Expressing an Offer
The editors of Inside Direct Mail had to look twice at an offer that arrived in March from financial services company Wells Fargo in a 9-1/2" x 12-1/2" United States Postal Service (USPS) Priority Mail envelope.
Although it is the real McCoy, a level of skepticism surfaced, for a popular tactic in direct mail creative as of late has been to drop oversized packages emblazoned with red, white and blue to resemble USPS flat rate envelopes. Such is the case with an effort launched last year by Parents Television Council, where the nonprofit tailored a package to look "express-like," with the outer envelope headline: ROUND-TRIP EXPRESS PAC.
The strategy employed here is to attract the recipient's attention with "urgent" messaging on the outer envelope. Now, consumers may be wise by now to faux express packages and fake USPS eagles, but there's no disguising this costly, genuine one sent out to current customers by Wells Fargo that indeed has an urgent message to share (535WELFAR0303B).
Aside from the wrapping, the effort is simple: a one-page letter and an 8" x 8-1/2" glossy insert that offers current customers a streamlined loan of $52,062 to refinance their current mortgage. Prospects have the option to accept a five-year term with a fixed APR of 5.65 percent (monthly payment of $998.05) or a seven-year term with a fixed APR of 5.75 percent (monthly payment of $754.33).
What makes Wells Fargo's use of the USPS Priority Mail envelope compelling is the overwhelming refinancing demand from consumers since the beginning of 2003. According to mortgage company Freddie Mac's weekly nationwide survey issued April 24, the average interest rate on a fixed-rate 30-year mortgage dipped to 5.79 from 5.82 percent the previous week.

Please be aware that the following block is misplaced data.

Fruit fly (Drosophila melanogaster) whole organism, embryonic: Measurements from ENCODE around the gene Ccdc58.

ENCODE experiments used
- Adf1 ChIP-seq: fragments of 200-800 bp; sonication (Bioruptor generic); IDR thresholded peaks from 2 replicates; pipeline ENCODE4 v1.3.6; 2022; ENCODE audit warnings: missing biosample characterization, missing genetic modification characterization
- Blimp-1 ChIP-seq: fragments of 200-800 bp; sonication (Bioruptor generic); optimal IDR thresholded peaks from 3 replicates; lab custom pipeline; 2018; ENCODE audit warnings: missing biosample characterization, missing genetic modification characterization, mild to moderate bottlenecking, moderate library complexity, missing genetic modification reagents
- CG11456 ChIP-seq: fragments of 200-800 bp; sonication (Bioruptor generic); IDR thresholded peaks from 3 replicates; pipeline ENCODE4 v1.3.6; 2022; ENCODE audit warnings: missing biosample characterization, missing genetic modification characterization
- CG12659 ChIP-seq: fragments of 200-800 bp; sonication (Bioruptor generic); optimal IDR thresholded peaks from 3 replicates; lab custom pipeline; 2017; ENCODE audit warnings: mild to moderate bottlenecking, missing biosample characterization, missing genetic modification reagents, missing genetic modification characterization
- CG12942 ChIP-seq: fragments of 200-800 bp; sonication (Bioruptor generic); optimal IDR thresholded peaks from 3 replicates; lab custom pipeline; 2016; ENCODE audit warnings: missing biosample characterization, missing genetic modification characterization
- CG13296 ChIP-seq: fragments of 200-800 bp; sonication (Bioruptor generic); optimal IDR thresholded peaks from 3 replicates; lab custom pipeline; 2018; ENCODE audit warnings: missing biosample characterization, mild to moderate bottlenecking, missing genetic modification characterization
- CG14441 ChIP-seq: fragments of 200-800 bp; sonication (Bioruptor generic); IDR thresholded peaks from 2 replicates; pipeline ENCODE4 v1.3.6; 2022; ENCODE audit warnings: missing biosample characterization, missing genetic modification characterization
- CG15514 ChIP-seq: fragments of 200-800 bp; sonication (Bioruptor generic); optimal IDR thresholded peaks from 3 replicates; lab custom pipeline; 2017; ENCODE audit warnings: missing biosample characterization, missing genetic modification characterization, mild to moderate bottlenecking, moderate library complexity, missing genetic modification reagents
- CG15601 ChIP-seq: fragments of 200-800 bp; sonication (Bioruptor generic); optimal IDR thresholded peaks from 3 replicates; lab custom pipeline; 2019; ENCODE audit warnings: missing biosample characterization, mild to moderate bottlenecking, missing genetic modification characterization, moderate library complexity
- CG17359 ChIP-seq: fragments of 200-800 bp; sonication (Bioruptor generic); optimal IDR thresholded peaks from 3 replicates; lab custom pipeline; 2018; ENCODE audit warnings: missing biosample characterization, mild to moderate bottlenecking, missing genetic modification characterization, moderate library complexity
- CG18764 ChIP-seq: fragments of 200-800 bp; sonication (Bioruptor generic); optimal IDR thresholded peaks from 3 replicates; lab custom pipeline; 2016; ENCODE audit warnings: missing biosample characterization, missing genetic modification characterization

According to reports, low borrowing costs continue to attract home owners who want to refinance their home loans, in particular borrowers who held off from refinancing in hopes of an even lower rate.
"Mortgage rates are still very low historically," Sung Won Sohn, economist at Wells Fargo of Minneapolis, told The New York Times in late April. "The recent small up-ticks don't matter that much. We are seeing some real demand from fence-sitters."
According to a report from the Mortgage Bankers Association of America published the week ending April 25, refinancings accounted for 68.4 percent of the week's business.
At press time, market watchers said improvement in consumer confidence (evident in recent reports) as the war in Iraq ends could support demand for housing and fan demand for refinancing and loans to buy homes.
What Wells Fargo has done here is take a very effectiveand expensivedirect mail creative format and use it to relay a time-sensitive and compelling message to its valued customers.